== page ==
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“Austerity fatigue” boosts UK venues

People are starting to increasingly frequent bars, clubs and restaurants in the UK, leaving the on-trade well placed to capitalise on “austerity fatigue”, according to latest figures.

The Zolfo Cooper Leisure Wallet report, the biannual barometer of the leisure industry, revealed that the frequency of visits to leisure establishments has increased despite average spend-per-visit continuing to drop.

The increase in visits is seen across the board – the first time any increase has been seen in the three main areas of leisure spending examined by the Leisure Wallet since launching in summer 2010.

While consumers’ frequency-of-visit is increasing, spend-per-visit continues to decline, in line with falling incomes across the country.

Over the last year the national average household income across a sample of 3,000 consumers fell by £640 to £30,584.

In total, 48% of those surveyed said their disposable income had decreased while just 6% reported an increase.

Despite this, however, visits are on the rise, suggesting a behavioural shift and recognition by consumers that if they spread their leisure spend, they can start going out rather more regularly rather than sit at home.

Paul Hemming, partner at Zolfo Cooper, said: “Consumers are increasingly aware that the economy is experiencing a prolonged trough not a dip, and that wages and growth will not be rising dramatically any time soon.

“The data in the Leisure Wallet shows that people are now starting to adjust to these changed circumstances.

“After at least two years of virtuous belt-tightening, they are fed up of being stuck indoors by an austerity curfew and are now beginning to venture out more often.

“Even though consumers continue to keep close watch on their spending, this is good news for operators with strong propositions because ultimately no leisure business can survive without customers coming through the door.”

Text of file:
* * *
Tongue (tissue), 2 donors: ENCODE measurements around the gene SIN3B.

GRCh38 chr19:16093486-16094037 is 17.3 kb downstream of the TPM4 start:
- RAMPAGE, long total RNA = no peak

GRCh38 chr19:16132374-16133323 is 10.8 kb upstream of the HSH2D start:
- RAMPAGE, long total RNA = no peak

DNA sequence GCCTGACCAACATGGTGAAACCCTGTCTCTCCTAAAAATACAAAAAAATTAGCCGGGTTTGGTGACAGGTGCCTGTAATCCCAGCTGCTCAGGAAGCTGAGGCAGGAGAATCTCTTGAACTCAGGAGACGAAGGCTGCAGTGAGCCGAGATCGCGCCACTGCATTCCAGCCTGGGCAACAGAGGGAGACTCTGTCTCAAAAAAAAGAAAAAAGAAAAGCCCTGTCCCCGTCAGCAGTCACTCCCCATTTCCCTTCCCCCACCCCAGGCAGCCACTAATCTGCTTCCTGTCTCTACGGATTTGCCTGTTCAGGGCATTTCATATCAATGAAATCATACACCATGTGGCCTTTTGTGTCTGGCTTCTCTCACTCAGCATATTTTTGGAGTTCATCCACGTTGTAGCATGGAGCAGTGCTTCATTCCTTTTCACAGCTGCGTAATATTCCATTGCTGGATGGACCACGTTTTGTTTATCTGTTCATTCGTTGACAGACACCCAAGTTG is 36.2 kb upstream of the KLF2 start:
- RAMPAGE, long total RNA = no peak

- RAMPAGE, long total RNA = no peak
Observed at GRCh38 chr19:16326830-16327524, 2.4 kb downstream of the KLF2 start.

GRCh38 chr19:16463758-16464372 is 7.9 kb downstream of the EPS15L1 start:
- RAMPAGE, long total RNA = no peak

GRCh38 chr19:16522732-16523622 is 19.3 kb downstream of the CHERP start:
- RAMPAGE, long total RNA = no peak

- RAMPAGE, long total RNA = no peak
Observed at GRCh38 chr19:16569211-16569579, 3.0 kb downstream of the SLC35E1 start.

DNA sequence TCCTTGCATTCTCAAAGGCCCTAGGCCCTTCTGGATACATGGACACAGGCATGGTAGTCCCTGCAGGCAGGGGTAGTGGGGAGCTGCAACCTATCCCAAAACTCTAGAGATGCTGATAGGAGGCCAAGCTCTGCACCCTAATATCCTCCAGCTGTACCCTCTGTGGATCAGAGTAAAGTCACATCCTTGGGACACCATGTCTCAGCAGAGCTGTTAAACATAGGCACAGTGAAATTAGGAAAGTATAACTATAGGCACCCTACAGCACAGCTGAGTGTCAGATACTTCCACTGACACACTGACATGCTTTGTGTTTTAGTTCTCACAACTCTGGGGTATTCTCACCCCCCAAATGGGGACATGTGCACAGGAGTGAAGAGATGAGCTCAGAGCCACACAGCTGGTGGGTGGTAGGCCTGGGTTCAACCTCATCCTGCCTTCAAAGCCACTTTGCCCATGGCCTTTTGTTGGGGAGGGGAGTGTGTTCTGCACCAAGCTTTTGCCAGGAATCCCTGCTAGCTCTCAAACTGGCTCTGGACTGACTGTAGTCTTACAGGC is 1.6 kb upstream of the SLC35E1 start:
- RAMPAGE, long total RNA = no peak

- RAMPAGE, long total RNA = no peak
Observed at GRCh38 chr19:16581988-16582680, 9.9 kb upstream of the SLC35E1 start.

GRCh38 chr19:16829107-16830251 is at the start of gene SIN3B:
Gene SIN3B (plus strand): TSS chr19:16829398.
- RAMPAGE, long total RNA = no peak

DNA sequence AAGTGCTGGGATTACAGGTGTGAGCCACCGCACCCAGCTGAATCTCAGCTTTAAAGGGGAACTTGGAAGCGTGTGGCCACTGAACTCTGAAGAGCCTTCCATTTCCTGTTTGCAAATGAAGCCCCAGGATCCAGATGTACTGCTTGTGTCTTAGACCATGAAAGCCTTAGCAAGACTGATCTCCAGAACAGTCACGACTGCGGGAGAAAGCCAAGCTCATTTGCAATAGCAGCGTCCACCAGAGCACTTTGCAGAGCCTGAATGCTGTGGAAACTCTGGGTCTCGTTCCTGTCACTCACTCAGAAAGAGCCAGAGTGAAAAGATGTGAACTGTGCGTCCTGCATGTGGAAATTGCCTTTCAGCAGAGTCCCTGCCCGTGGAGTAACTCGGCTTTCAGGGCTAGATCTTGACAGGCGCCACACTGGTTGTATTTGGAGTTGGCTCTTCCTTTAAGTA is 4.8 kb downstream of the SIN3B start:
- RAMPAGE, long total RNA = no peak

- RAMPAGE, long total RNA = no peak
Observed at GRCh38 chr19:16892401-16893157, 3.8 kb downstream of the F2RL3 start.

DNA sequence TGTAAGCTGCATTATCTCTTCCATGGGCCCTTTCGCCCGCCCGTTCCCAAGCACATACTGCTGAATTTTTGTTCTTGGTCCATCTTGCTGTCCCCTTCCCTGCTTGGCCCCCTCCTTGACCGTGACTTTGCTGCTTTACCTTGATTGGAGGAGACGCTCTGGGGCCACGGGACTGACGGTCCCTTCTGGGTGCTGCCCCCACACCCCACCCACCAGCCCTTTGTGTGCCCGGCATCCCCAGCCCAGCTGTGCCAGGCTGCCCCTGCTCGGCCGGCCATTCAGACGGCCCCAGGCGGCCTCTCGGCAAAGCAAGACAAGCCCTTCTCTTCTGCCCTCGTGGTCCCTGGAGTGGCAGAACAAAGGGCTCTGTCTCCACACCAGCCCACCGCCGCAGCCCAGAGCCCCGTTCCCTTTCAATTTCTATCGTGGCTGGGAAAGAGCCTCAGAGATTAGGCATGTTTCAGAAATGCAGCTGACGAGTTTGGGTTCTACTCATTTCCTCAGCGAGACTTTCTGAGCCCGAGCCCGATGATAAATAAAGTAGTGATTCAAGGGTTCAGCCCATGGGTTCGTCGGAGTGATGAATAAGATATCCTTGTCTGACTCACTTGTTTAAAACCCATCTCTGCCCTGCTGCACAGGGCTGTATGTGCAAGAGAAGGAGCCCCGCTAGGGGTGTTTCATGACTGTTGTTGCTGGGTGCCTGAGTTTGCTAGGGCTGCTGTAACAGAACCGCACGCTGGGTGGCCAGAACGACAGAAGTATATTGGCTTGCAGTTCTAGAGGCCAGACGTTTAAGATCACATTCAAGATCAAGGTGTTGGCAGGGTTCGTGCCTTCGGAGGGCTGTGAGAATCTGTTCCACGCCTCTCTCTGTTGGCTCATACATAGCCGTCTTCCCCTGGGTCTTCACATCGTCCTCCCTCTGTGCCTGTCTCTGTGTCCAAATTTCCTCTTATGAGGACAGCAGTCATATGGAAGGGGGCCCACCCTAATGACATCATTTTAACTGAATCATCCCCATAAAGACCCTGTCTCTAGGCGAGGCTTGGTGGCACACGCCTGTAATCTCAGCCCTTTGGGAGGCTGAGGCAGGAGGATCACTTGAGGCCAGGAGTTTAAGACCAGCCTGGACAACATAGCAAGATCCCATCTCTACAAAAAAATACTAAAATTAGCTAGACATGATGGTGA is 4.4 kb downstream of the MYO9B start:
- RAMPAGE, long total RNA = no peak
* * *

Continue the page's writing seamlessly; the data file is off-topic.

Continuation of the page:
Over the last year drinkers have increased their visits to pubs and bars to an average of 4.6 visits a month from 4.3 visits a month in summer 2011 – and visits are up even on the 4.5 visits a month reported in the Leisure Wallet this time last year.

Spend-per-visit continues to decline, however, and has now dropped below £15 for the first time since the Leisure Wallet began measuring consumer spending 18 months ago.

The current national average is now £14.69 per visit, a drop of 2.6% or 39p since the previous Leisure Wallet Report and a decrease of 9.5% (£1.55) from a year ago when the figure was £16.24.

Restaurants have experienced a marginal increase to 2.6 visits a month, up from 2.5 a month for the previous two reports.

Unsurprisingly in a sector that has seen such widespread use of vouchers, spend-per-visit continues to decline and currently stands at £15.90.

This is down 3.2% from last summer’s total of £16.42 and down 8% from a year ago when it stood at £17.28.

The difference between the London market and the rest of the UK is illustrated by the fact that Londoners spend at least £200 more over a year than people in any other region.

Unsurprisingly, Londoners are the biggest spenders per visit on £19.32, compared to the East Midlands on £12.76.

The situation facing nightclubs remains grim, with the average spend-per-visit across the country dropping to £24.04, a full £2 decline (7%) from the summer.

This new low represents a 12.4% decrease from 12 months ago when the figure was £3.39 higher at £27.43.

If there is a glimmer of good news for the sector, it is that frequency of visit, which dropped to 1.9 visits a month a year ago, and remained at that level in the summer, has now crept up slightly to 2.1 visits a month – an increase of 10.5% from a small base.

Hemming added: “It may seem strange to be talking about positives when spending continues to decline but the fact that visits are up across the board suggests consumers have now recognised that they can still afford to go out regularly and enjoy themselves provided they spend a bit less on each night out.

“For operators, this more budgeted approach to leisure still presents opportunities to cross-sell and up-sell, and more people coming through the doors shows that operators’ sales initiatives and marketing plans are starting to work.

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